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Live From J Street, Part 3: Monitoring Webcast Audio

In this final segment of this series on the JStreet Making History convention webcast, we'll examine one aspect of webcast production that too often gets ignored: monitoring and controlling audio volume, which becomes a complex issue as speakers change, audio techs and shooters adjust their own levels, and the webcaster is left to make sure the signal sent over the web remains audible and consistent.

All this is simple enough; let's distill to a few rules

1. Wear headphones at all times to monitor any breaks, and also audio volume.

2. Be ready to adjust volume at every presenter change.

3. Be ready to adjust volume at every microphone change.

4. Monitor the adjustments the shooter and audio technician are making and adjust for these as well.

How Loud is Loud Enough?

All of the issues discussed so far relate to mechanics; the big question is, how loud is loud enough? More specifically, while you're monitoring the sliders, what's the proper volume level to target?

Figure 2 (below) shows the Livestream Procaster audio mixer. The top slider on the left controls the incoming volume from the capture device I was using (the Canopus AVDC300) while the master slider on the right controls all audio sources. The volume meter next to master provides the most useful guidance regarding outbound audio volumes, and ranges from – (negative) infinity, which is obviously too low, to +12 with a peaking indicator (OVR).

Livestream audio mixer
Figure 2. How loud is loud enough?

The mixer throws some pretty scary clues your way. First, the region from 0 dB to +6 dB is marked in yellow, while the area from +6 to +12 is marked in red. To me, that means caution and stop. Obviously, the OVR indicator is to be avoided at all costs.

But what is the desired level? We all know that when working with an audio editor like Adobe Audition, or video editor like Adobe Premiere Pro, the peak is 0 dB, and that levels beyond this are clipped and distorted. Does distortion start when levels exceed 0 dB in Procaster? Many TV and music producers target around -12 dB to leave headroom for later editing. Is that a good target for your webcast?

If you're new to webcasting, you may find that the more you think about this, the more confused you'll get. Fortunately, understanding three simple facts simplifies the analysis.

1. Analog volume meters are different from digital volume meters

Figure 3 (below) shows a waveform in Adobe Audition. You can see on the right that it shares the same bottom end as the Procaster meter, – infinity, but that the loudest end is 0 dB, which is just at the top and the bottom of both channels in the figure.

Adobe Audition
Figure 3. With digital volume meters (all the way on the right), 0 dB is as loud as it gets.

In fact, as you know, if you go beyond 0 dB, you'll produce clipping, which is represented in Figure 3 by the slightly flat area on the bottom of both channels right at the 7-second mark. Excessive clipping causes distortion, and is to be avoided whenever possible. So, when webcasting, should you limit your webcast audio to 0dB?

The simple answer is no because analog meters are different than digital meters. Here's a bit from the fabulous Sound on Sound website explaining why.

The majority of digital recorders, mixers, and converters use true peak-reading meters whose displays are derived from the digital data stream. As these don't rely on analogue level-sensing electronics they can be extremely accurate.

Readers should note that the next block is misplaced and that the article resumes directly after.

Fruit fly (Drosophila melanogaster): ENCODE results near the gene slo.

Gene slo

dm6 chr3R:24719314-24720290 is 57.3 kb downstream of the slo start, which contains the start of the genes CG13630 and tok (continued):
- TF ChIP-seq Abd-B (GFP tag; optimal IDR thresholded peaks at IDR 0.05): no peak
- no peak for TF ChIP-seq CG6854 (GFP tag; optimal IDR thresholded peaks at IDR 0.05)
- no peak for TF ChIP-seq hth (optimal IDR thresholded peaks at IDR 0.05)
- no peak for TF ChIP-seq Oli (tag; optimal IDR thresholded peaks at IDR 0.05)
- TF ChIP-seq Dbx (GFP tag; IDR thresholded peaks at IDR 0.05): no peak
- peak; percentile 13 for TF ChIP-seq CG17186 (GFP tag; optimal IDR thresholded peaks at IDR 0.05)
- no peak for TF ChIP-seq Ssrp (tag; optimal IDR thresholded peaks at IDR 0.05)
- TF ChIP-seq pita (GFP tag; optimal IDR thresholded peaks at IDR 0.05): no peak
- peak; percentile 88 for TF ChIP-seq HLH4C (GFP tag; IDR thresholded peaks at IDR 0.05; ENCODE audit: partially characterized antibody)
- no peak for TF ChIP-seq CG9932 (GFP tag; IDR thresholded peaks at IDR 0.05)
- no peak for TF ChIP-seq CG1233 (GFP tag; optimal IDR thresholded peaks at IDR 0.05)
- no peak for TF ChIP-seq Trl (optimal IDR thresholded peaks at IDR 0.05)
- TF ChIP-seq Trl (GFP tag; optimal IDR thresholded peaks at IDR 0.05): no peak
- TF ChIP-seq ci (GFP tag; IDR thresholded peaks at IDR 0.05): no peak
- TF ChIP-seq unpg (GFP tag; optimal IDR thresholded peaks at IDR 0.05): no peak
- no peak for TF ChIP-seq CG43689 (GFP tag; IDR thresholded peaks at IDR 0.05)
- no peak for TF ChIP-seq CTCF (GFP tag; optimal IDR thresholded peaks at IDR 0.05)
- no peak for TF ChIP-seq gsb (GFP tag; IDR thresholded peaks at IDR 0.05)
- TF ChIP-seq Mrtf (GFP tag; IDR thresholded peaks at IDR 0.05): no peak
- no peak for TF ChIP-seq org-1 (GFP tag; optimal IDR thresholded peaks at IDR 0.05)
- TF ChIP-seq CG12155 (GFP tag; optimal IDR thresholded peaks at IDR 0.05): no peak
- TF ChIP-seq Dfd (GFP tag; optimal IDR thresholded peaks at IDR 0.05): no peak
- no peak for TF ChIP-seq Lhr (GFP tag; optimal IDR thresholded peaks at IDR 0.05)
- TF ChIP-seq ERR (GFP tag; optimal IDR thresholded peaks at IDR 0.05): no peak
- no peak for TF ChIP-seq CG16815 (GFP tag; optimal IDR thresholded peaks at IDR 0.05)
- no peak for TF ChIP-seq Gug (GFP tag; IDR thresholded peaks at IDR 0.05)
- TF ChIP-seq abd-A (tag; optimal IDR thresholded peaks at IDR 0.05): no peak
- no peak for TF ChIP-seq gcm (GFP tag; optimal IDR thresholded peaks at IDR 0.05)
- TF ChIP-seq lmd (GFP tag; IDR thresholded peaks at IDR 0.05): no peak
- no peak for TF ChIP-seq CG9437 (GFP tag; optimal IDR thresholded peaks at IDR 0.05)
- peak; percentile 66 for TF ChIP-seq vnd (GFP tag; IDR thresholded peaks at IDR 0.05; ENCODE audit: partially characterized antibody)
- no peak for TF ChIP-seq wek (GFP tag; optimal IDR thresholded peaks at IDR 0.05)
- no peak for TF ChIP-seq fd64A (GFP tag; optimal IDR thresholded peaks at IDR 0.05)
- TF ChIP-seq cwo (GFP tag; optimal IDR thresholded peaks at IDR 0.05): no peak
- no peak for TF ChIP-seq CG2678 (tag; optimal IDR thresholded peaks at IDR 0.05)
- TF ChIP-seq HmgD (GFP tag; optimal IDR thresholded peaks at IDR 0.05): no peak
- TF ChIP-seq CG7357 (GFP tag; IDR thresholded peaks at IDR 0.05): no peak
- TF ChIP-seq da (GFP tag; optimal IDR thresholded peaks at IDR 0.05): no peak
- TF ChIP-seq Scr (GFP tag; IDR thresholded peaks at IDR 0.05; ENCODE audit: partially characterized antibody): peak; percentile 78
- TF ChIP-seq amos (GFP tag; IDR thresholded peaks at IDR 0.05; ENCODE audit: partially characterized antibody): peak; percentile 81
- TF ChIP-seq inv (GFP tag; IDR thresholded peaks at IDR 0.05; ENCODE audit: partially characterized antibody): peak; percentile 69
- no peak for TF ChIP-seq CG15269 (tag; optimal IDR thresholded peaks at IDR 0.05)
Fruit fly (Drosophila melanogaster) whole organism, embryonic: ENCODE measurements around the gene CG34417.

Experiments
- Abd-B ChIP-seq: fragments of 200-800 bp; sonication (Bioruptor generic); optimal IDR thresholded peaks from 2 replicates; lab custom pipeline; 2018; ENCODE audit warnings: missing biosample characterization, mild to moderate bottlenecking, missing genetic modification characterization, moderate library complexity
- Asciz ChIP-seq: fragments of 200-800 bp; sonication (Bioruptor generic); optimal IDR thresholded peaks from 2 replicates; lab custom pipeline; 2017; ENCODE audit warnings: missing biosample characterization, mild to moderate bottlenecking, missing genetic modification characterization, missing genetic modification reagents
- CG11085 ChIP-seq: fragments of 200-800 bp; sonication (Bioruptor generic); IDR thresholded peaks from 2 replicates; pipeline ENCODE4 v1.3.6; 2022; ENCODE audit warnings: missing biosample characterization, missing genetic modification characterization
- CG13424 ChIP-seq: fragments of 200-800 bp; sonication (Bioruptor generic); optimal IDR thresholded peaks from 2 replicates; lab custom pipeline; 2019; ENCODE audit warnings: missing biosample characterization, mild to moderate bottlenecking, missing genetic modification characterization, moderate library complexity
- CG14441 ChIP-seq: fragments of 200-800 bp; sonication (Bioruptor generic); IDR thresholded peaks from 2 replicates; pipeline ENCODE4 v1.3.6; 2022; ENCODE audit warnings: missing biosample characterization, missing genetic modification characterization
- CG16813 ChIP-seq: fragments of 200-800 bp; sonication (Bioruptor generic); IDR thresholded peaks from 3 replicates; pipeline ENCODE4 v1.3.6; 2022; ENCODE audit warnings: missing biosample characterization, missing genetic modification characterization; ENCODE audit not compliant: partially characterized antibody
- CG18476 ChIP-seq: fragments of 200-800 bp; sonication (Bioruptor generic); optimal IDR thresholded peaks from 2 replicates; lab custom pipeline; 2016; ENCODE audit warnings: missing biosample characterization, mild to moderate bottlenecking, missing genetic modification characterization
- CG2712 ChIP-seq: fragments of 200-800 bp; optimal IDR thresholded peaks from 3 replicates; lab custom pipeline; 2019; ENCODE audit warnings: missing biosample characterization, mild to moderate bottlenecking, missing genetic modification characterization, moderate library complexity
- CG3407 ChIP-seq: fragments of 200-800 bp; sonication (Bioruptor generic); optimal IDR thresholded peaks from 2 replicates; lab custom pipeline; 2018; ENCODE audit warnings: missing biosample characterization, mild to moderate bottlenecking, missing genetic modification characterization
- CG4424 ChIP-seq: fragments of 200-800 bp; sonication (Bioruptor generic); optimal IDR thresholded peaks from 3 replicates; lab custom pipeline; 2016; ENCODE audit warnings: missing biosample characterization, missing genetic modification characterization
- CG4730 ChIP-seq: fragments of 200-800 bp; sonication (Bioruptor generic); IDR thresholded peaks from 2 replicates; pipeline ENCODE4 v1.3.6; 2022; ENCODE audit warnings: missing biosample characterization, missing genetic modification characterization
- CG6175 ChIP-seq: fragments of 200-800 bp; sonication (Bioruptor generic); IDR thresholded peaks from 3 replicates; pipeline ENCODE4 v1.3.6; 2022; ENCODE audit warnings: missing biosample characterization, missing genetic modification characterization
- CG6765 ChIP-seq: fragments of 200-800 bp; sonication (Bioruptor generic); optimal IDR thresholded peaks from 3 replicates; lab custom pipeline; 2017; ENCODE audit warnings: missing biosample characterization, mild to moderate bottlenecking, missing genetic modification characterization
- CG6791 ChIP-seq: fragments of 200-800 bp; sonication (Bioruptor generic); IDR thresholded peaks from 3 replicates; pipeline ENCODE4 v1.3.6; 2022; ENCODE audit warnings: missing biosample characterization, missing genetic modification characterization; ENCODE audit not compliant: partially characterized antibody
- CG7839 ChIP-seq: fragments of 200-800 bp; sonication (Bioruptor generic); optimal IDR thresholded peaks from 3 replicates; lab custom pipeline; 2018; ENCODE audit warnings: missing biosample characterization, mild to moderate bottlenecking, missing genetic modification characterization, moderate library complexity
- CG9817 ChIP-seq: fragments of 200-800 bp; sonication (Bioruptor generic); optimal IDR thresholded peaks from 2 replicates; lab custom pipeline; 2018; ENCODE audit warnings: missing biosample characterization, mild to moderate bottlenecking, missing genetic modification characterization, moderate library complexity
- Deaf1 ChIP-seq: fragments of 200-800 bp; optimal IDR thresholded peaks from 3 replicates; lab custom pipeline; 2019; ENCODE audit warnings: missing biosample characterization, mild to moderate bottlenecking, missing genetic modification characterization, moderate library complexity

Analogue meters all have a nominal alignment point--the zero reference--with a notional headroom above. The idea is that signal peaks are routinely allowed into the first 8dB or so of this headroom, though peaks of +12dBu will usually start to cause distortion which becomes more and more noticeable with increasing level until clipping occurs, usually at between +18dBu and +22dBu.

Digital systems, however, have no headroom above the maximum quantization level, and therefore a notional headroom must be created by choosing a 'zero' point well below this. Digital meters are scaled such that the maximum quantisation level is denoted as 0dBFS (full scale), so the alignment level is always a negative value below this point.

To simplify, while levels beyond 0 dB cause problems with digital metering systems, with analog style meters, you can go to +12 or higher without causing distortion. How high? Well, that depends upon the style of meter, leading us to fact 2.

2. There are multiple styles of analog meters

I won't dwell on this, but note that there are multiple styles of analog volume meters, as shown in Figure 4 (below), which is a chart from the same Sound on Sound article referenced above. This leads to the third fact.

Analog metere
Figure 4. Different styles of analog meters

3. You have to know which style your webcasting tool uses

If you compare Figure 2 with Figure 4, it's apparent that Livestream uses the Nordic meter, which I confirmed in an email. I also asked about the recommended approach to setting levels. Here's the reply from my Livestream contact, who runs many of their high-profile webcasts:

If you let the audio just hit 0 in Procaster it will be too low. You need to get it to between +6 and +12 to get a nice normalized sound that sounds good in laptop speakers. Unless you sustain clip volume the OVR you shouldn't clip your audio.

This is specific to Procaster and is somewhat counter-intuitive if you've been working with digital-style metering, but trust me—we ride the meter so that it hits between those all the time and it sounds great. If the input signal is not hot enough, I definitely recommend boosting it in Procaster.

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